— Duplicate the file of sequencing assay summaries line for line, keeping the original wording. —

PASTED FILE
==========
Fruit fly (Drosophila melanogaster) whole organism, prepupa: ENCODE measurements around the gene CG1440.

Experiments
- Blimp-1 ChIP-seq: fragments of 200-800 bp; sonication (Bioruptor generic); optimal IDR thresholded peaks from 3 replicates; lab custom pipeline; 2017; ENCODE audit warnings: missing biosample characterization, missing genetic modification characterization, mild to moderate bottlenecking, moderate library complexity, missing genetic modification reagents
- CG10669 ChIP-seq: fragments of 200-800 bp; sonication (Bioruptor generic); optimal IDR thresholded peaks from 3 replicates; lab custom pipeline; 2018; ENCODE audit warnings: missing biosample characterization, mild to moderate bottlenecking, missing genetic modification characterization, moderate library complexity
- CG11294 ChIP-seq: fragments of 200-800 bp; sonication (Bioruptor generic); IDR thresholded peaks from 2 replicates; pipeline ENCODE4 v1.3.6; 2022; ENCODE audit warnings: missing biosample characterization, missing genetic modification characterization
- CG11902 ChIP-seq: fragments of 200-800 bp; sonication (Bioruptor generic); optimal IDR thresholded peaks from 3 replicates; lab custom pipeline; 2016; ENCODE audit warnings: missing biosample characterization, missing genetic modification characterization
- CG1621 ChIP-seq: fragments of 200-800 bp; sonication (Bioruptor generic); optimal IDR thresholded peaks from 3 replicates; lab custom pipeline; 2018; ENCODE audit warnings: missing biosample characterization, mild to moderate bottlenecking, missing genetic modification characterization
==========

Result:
Fruit fly (Drosophila melanogaster) whole organism, prepupa: ENCODE measurements around the gene CG1440.

Experiments
- Blimp-1 ChIP-seq: fragments of 200-800 bp; sonication (Bioruptor generic); optimal IDR thresholded peaks from 3 replicates; lab custom pipeline; 2017; ENCODE audit warnings: missing biosample characterization, missing genetic modification characterization, mild to moderate bottlenecking, moderate library complexity, missing genetic modification reagents
- CG10669 ChIP-seq: fragments of 200-800 bp; sonication (Bioruptor generic); optimal IDR thresholded peaks from 3 replicates; lab custom pipeline; 2018; ENCODE audit warnings: missing biosample characterization, mild to moderate bottlenecking, missing genetic modification characterization, moderate library complexity
- CG11294 ChIP-seq: fragments of 200-800 bp; sonication (Bioruptor generic); IDR thresholded peaks from 2 replicates; pipeline ENCODE4 v1.3.6; 2022; ENCODE audit warnings: missing biosample characterization, missing genetic modification characterization
- CG11902 ChIP-seq: fragments of 200-800 bp; sonication (Bioruptor generic); optimal IDR thresholded peaks from 3 replicates; lab custom pipeline; 2016; ENCODE audit warnings: missing biosample characterization, missing genetic modification characterization
- CG1621 ChIP-seq: fragments of 200-800 bp; sonication (Bioruptor generic); optimal IDR thresholded peaks from 3 replicates; lab custom pipeline; 2018; ENCODE audit warnings: missing biosample characterization, mild to moderate bottlenecking, missing genetic modification characterization